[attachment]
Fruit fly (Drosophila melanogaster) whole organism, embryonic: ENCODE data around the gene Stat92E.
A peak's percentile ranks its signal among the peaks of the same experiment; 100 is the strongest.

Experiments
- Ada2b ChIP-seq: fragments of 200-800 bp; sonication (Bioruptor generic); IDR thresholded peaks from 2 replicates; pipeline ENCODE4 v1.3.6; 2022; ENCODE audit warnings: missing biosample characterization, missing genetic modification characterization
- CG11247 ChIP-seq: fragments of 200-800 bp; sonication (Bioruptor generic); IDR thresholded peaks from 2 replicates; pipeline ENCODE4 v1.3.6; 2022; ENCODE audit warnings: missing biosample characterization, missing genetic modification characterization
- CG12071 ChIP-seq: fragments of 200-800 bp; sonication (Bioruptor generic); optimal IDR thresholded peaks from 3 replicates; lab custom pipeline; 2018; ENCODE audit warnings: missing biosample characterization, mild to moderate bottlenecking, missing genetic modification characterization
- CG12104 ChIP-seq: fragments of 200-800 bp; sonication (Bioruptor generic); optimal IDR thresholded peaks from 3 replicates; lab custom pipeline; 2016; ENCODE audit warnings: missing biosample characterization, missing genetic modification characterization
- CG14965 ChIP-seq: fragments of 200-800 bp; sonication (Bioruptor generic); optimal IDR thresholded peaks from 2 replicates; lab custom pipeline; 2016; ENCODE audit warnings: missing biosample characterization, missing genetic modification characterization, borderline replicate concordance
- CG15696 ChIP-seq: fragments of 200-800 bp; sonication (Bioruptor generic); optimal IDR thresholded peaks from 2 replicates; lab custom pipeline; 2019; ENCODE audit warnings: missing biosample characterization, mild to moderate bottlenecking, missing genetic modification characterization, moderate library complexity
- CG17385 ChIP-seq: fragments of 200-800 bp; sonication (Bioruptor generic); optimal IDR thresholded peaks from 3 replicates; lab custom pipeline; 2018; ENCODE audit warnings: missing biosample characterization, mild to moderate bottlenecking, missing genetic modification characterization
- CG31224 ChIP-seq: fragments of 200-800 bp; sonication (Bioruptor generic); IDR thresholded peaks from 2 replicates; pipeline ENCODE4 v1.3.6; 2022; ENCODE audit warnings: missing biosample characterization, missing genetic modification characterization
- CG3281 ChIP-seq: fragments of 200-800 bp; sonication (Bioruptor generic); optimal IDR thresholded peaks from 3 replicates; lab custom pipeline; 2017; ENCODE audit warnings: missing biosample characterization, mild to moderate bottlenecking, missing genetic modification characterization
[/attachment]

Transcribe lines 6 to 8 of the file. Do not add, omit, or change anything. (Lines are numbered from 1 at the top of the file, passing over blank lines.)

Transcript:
- CG12071 ChIP-seq: fragments of 200-800 bp; sonication (Bioruptor generic); optimal IDR thresholded peaks from 3 replicates; lab custom pipeline; 2018; ENCODE audit warnings: missing biosample characterization, mild to moderate bottlenecking, missing genetic modification characterization
- CG12104 ChIP-seq: fragments of 200-800 bp; sonication (Bioruptor generic); optimal IDR thresholded peaks from 3 replicates; lab custom pipeline; 2016; ENCODE audit warnings: missing biosample characterization, missing genetic modification characterization
- CG14965 ChIP-seq: fragments of 200-800 bp; sonication (Bioruptor generic); optimal IDR thresholded peaks from 2 replicates; lab custom pipeline; 2016; ENCODE audit warnings: missing biosample characterization, missing genetic modification characterization, borderline replicate concordance